The adjustments that the Israel Defense Forces was required to make to move the nominally ultra-Orthodox Netzah Yehuda Battalion from the West Bank to the Golan Heights – following numerous incidents in which soldiers from the unit beat Palestinians – constitute dereliction of the state’s duty to its citizens as a whole.
In keeping with an agreement between the IDF and rabbis dating from the battalion’s establishment and stipulating that female service members are prohibited from the unit’s camp, the female surveillance operators were moved to a nearby headquarters. However, not only the women were removed; Druze mess hall cooks were also moved from the base for the duration of the battalion’s stay, because its strict kashrut standards preclude non-Jews from handling the battalion’s food.
The Israel Women’s Network has already protested, but in my opinion it’s more important to focus on the latter “adjustment,” out of concern for the important civil alliance with Israel’s Druze minority, especially after the insult of the so-called nation-state law.
The story of the Netzah Yehuda Battalion should provoke public debate not only regarding the wisdom of insisting on drafting Haredim, but also due to the symbolic harm to the Druze cooks. Whereas the status of Jewish women as “owners” in the Jewish nation-state is protected, the removal from the kitchen of Druze cooks because their ritually impure hands cannot touch the food of Haredim removes the Druze from the Israeli camp, and adds insult to the injury of their exclusion from the collective identity by means of the nation-state law.
The inability to shape an Israeli identity that would give a sense of belonging to all of the country’s citizens, so that everyone, including members of non-Jewish minority groups, could be proud to be Israeli, is the No. 1 failure of Israeli sovereignty. And marring the sense of belonging of the only minority that has succeeded – through military service – to get as close as possible to Israeliness, inflicts substantial damage on the fragile civil fabric.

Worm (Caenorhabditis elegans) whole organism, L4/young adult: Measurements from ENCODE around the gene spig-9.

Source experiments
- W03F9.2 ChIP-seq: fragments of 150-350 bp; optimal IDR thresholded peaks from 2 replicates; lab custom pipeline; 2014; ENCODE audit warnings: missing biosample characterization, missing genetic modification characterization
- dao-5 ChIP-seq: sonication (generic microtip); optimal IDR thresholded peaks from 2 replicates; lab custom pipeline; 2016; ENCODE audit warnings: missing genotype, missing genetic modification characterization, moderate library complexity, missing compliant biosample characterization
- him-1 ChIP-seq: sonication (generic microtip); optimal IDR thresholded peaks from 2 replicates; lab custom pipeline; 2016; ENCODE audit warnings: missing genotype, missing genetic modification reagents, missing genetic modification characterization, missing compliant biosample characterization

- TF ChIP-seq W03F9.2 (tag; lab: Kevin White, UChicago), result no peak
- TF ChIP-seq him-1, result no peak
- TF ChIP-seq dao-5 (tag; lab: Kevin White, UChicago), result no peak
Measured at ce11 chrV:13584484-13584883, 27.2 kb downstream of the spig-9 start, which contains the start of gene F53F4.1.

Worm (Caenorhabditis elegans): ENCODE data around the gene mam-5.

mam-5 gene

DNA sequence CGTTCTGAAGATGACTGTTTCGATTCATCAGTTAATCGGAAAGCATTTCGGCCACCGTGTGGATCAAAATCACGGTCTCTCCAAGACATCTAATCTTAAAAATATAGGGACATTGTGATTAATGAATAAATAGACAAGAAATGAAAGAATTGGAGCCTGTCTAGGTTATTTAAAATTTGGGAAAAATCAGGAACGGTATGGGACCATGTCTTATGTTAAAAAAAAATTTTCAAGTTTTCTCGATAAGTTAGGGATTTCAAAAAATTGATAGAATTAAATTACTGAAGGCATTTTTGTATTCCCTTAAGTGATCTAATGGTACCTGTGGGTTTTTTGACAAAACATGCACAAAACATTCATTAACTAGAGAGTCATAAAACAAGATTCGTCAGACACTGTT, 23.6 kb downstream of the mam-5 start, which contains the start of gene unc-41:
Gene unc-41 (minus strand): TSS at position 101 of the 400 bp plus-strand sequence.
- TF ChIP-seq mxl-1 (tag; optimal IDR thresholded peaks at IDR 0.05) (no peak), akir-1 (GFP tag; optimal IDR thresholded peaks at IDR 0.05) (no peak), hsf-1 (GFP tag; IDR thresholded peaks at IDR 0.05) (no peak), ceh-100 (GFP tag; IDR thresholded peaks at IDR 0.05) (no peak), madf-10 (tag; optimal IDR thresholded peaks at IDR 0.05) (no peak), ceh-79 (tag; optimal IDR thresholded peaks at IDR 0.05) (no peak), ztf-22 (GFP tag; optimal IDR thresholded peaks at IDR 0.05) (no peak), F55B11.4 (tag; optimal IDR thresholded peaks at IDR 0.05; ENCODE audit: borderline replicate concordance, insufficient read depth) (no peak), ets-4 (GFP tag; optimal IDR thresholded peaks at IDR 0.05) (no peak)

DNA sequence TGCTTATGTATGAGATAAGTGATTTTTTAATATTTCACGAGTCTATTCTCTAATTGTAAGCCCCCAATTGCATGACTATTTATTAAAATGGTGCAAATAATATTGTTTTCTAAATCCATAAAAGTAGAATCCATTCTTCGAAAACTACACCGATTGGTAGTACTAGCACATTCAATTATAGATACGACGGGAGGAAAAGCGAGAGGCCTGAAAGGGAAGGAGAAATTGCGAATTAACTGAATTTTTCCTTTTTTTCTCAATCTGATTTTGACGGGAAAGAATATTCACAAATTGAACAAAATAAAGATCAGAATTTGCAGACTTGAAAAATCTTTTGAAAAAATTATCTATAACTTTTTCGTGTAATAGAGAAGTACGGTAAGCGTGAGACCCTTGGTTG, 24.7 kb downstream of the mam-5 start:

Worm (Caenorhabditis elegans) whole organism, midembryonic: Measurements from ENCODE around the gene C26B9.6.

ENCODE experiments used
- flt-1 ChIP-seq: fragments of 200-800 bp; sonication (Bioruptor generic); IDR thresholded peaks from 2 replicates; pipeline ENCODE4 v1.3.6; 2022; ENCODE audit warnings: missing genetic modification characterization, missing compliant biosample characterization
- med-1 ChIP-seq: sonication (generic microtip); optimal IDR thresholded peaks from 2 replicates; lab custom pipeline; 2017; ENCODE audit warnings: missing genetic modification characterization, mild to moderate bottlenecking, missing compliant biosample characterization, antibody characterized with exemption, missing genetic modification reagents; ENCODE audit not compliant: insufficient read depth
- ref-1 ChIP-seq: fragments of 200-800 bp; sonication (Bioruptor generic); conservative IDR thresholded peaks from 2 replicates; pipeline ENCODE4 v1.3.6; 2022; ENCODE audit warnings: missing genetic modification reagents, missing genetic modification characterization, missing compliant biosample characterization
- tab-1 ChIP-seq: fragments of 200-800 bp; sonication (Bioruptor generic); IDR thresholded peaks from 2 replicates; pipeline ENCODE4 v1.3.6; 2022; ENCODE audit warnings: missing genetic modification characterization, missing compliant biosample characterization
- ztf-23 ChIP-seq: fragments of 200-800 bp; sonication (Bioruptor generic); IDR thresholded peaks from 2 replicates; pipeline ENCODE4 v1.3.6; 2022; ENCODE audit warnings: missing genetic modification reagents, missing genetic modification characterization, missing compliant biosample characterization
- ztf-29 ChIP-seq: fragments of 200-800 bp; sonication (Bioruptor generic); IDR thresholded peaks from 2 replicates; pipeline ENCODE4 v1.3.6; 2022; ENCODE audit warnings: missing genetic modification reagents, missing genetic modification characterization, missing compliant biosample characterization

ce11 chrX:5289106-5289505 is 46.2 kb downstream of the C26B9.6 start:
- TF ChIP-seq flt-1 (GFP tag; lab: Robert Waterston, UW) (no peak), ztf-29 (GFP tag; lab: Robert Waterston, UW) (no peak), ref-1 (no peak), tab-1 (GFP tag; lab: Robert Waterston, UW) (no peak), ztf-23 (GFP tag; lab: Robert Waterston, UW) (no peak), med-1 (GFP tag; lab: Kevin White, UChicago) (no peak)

It is difficult to dispel the feeling that too many Israelis, consciously or unconsciously, hold to an ideal of a nation-state as a country that is completely homogenous, exactly like a ghetto; and an aspiration, spoken or silent, not only to a Jewish majority but to a state in which all its citizens are Jews.
According to this ideal, the existence of national minorities is perceived as a disturbance, a disruption, as a non-ideal realization of the nation-state. And as a consequence of this ideal, you can almost hear the hidden longing: Oh, if only there were no Arabs here, what a wonderful democracy we could have. A true state of all its citizens.
This week’s visit to the Temple Mount by National Security Minister Itamar Ben-Gvir was likewise not a display of governance, but rather a provocation and saber-rattling: There is a status quo that obligates Israel, and there is an agreement between countries that Israel must respect, and Ben-Gvir defiantly seeks to undermine both.
If Ben-Gvir wants to change the status quo on the Temple Mount, and he has partners in the government toward this end, he can advance such a change through discussion with all of the relevant parties, with the responsibility that is incumbent upon the sovereign power. Withdrawing from an agreement unilaterally, in a demonstrative and defiant manner, is a demonstration not of governance but rather of power. After all, declaring war is also a sovereign act. If you want to be responsible, then be responsible.